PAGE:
Feeling anxious

Anxiety is commonly seen in people with depression. These feelings of anxiety and fear can be overwhelming and can even cause panic attacks. Anxiety is beyond trepidation that people typically sense; you always feel panicky and ruminate, manifesting physically like palpitations, sleep difficulties, and sweating. 

Anxiety can indicate depression and can manifest as a separate disorder. If you feel you may have anxiety apart from depression, consult your physician immediately. 

Inability to concentrate

Depression can make you lose focus, and you may even start forgetting crucial deadlines and other responsibilities. When you are continually thinking of depressive and pessimistic thoughts, your brain does not have time and capacity to register different things. Depression takes a toll on cognitive abilities, including memory, decision-making skills, and planning. 

These factors can affect your performance at home and work. You may even make decisions that you normally would not or engage in risky or impulsive behaviors. 

A lack of interest and social withdrawal

Activities and things that used to interest you no longer do, and there is barely much that you look forward to when you are depressed. If such is the case with you, consult your doctor; you could be depressed. 

Depression brings on a sense of apathy or indifference, and you may start withdrawing yourself socially. It deprives you of taking pleasure in activities to the point where you stop engaging in them. 

Unexplainable physical concerns

Depression can manifest as inexplicable physical concerns, such as headaches, neck pain, back pain, digestive issues, nausea, vomiting, and so on. With that said, not every physical problem is a depressive symptom. You may be suffering from a medical condition that is causing such concerns. Either way, it is crucial to get it checked by a professional. 

Agitation

Even minor inconveniences start irritating you. You always feel grumpy and agitated, and things that do not usually get to you start inconveniencing you, making you lash out at people around you. 

Just how people with physical concerns get irritable often, the same happens to people in psychological distress. You feel on edge, and your frustration threshold experiences a drop.

Changes in eating habits

Most people with depression experience changes in eating habits, wherein they either eat too little or too much. Such alterations also lead to weight loss or gain, depending on the specific direction of change. 

Depression can make you neglect or minimize interest in orchestrating meals and consuming them, making you lose weight. On the other hand, it can make you displace your depressive thoughts and feelings onto food, making you binge and gain weight. 

Fatigue or a lack of energy 

Sleep difficulties and unhealthy eating patterns can cause fatigue. Besides these, obsessive negative thoughts and feelings of emptiness and hopelessness can also lead to a lack of energy. Physical concerns can also zap the vitality out of you. When you are fatigued, you may find it challenging to engage in necessary activities. 

Fundamental tasks like showering can seem arduous. When you experience a lack of energy to the point of daily functioning becoming impaired, you need to seek help.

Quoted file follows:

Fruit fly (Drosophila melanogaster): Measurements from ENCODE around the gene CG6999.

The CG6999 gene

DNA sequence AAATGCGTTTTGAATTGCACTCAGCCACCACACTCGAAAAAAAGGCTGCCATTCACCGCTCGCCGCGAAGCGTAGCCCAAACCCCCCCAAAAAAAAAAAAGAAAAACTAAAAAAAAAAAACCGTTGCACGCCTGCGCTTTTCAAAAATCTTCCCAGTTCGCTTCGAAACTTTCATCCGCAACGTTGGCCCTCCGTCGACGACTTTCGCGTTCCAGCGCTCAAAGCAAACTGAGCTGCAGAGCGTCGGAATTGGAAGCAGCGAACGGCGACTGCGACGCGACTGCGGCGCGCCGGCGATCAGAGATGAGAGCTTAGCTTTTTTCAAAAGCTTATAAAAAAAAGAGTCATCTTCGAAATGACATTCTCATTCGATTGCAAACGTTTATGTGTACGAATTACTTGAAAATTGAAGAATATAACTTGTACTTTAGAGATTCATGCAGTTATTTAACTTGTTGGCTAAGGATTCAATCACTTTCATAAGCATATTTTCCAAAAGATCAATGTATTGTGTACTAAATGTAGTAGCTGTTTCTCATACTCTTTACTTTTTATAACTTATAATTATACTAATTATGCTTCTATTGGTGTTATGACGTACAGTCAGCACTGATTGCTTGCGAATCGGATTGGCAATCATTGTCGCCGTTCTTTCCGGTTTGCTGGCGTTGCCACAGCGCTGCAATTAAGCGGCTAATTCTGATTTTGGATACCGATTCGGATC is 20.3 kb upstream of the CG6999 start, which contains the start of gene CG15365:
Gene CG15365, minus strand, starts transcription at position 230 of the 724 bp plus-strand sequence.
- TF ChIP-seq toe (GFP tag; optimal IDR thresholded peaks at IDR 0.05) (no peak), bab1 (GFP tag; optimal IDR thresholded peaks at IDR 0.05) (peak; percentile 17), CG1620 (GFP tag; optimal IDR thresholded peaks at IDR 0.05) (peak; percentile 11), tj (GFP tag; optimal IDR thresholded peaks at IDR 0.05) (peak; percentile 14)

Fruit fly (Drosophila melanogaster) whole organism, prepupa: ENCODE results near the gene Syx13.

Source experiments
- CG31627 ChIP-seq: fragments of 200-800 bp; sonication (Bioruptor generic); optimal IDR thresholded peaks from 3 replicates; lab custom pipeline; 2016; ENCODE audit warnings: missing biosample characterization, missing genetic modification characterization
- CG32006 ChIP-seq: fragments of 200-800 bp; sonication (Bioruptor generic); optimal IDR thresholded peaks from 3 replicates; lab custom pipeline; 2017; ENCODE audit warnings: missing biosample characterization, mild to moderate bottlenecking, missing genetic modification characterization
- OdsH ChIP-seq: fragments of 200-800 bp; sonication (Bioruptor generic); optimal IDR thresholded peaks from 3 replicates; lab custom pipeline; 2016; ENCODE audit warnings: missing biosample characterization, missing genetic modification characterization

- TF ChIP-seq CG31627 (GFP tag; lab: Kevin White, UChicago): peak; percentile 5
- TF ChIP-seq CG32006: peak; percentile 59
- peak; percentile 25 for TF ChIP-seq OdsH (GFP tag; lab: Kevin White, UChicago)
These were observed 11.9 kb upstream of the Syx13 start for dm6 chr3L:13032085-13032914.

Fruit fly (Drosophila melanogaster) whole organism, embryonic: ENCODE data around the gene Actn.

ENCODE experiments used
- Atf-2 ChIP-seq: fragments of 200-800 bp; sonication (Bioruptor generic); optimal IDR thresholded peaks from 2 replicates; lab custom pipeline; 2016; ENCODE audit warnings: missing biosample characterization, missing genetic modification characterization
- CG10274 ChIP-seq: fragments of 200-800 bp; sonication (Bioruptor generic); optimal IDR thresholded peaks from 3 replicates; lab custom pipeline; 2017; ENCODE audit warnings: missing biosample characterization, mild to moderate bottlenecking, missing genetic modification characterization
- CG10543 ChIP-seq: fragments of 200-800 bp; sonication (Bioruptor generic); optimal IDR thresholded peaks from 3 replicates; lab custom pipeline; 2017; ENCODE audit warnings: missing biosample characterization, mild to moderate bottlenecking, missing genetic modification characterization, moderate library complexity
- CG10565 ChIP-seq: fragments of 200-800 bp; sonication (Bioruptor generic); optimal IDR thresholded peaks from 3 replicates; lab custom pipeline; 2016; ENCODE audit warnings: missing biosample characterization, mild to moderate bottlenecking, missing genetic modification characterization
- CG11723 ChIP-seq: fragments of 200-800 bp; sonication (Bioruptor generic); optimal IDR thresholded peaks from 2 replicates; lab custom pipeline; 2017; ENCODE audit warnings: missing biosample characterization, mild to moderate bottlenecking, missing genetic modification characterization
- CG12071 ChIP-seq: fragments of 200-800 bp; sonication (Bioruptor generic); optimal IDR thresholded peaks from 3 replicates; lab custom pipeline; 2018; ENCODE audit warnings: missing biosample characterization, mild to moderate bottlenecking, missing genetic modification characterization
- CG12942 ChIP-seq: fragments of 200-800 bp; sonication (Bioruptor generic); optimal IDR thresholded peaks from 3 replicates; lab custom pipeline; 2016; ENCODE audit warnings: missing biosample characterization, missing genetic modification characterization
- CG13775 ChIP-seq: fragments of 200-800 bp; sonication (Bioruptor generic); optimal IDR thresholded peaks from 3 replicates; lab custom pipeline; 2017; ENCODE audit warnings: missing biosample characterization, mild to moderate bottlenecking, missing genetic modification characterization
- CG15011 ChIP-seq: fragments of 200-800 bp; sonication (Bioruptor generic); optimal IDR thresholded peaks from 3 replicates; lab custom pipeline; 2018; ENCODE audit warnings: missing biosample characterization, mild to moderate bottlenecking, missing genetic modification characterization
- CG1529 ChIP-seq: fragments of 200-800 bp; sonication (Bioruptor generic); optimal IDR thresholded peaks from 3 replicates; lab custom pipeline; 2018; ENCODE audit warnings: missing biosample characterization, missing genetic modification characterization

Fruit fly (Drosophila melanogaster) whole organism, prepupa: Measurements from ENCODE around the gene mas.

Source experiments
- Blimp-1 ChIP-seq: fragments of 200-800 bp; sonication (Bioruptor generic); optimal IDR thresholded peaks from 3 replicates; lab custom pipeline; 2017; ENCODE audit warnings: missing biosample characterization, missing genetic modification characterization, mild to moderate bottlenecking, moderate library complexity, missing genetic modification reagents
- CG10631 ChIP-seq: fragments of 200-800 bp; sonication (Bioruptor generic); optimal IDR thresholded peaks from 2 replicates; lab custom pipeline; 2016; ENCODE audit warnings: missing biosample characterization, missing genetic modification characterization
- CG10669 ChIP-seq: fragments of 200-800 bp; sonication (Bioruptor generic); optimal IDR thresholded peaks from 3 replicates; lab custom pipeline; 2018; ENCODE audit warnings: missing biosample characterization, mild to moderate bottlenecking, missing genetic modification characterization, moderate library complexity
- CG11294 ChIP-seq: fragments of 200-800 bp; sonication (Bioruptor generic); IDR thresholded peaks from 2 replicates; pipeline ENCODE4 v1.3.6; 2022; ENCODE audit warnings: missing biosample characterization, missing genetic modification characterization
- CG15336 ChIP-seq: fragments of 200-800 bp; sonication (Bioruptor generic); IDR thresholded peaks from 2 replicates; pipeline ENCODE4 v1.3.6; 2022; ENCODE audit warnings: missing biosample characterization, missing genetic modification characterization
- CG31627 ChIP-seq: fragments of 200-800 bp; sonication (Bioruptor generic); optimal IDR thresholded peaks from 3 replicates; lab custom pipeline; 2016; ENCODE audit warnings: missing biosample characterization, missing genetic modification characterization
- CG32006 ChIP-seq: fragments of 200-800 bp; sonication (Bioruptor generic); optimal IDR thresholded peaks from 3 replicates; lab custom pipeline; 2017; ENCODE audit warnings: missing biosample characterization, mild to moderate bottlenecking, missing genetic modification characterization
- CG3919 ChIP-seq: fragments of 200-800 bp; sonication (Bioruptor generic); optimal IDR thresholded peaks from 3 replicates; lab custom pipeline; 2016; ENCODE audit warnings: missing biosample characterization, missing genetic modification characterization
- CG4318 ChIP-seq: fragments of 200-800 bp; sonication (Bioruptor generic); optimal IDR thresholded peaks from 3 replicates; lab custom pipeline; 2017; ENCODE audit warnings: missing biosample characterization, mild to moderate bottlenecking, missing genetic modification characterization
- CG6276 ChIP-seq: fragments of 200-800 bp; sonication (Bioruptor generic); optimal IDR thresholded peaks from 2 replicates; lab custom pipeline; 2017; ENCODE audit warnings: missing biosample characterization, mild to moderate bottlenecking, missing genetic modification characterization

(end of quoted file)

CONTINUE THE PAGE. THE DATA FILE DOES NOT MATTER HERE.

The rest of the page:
Suicidal thoughts

If you have thoughts of engaging in self-harm or killing yourself, you need to immediately contact your physician or reach out to the national hotline. Several resources provide a comprehensive list of crisis hotlines in your region, including SucideStop and WhatsApp

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Conclusion

This article helped us to explore the question, “Which doctor can you see for depression?” It enabled us to understand the roles and responsibilities of various healthcare providers, particularly mental health professionals. We also understood when you should see a doctor for depression. 

Frequently Asked Questions (FAQs): Which Doctor Can You See for Depression?

Which doctor do you consult for psychological concerns?

You consult mental health professionals like psychologists, counselors, and psychiatrists for psychological concerns. Psychiatrists diagnose, prescribe medication, and provide therapy, while psychologists and counselors offer psychotherapy and cannot prescribe medication.

Who can prescribe medication for mental health conditions?  

Primary care providers (PCPs) and psychiatrists can prescribe medication for mental health conditions. PCPs only help with the management of minor concerns. If your problem is complicated or severe, they will refer you to a psychiatrist or other mental health providers.

What is the difference between a psychologist and a psychiatrist?

A psychologist cannot prescribe medication but provides psychotherapy (talk therapy) for patients with mental health concerns. Psychiatrists can prescribe medication and take on a pharmacological approach to treating psychological conditions. Although psychiatrists can provide psychotherapy, they are not intensely equipped or trained as psychologists to take a psychotherapeutic approach.  

Can my physician prescribe anti-anxiety medication?

Yes, your physician can prescribe anti-anxiety drugs. With that said, you need to consult them in person for those drugs that are categorized under controlled substances (e.g., benzodiazepines like Xanax). Controlled substances are drugs that may be addictive and are regulated by strict policies for a prescription.  

References

Schimelpfening, N. (2020). What Kind of Doctor Should You See for Your Depression?. Verywellmind. Retrieved from https://www.verywellmind.com/i-think-im-depressed-now-what-1066902.  

Crain, E. (2014). 10 Signs You Should See a Doctor for Depression. Verrywellmind. Retrieved from https://www.health.com/condition/depression/10-signs-you-should-see-a-doctor-for-depression

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Ananya Ramesh is a mental health professional with a master's degree in clinical psychology. She has unconditional passion and sincerity toward working with psychologically distressed populations, specifically young adults and middle-aged people. Apart from this, she takes an abundant interest in producing and refining content related to mental health, psychology, and neuro-linguistic programming (NLP). Outside of work, she enjoys reading and sketches portraits.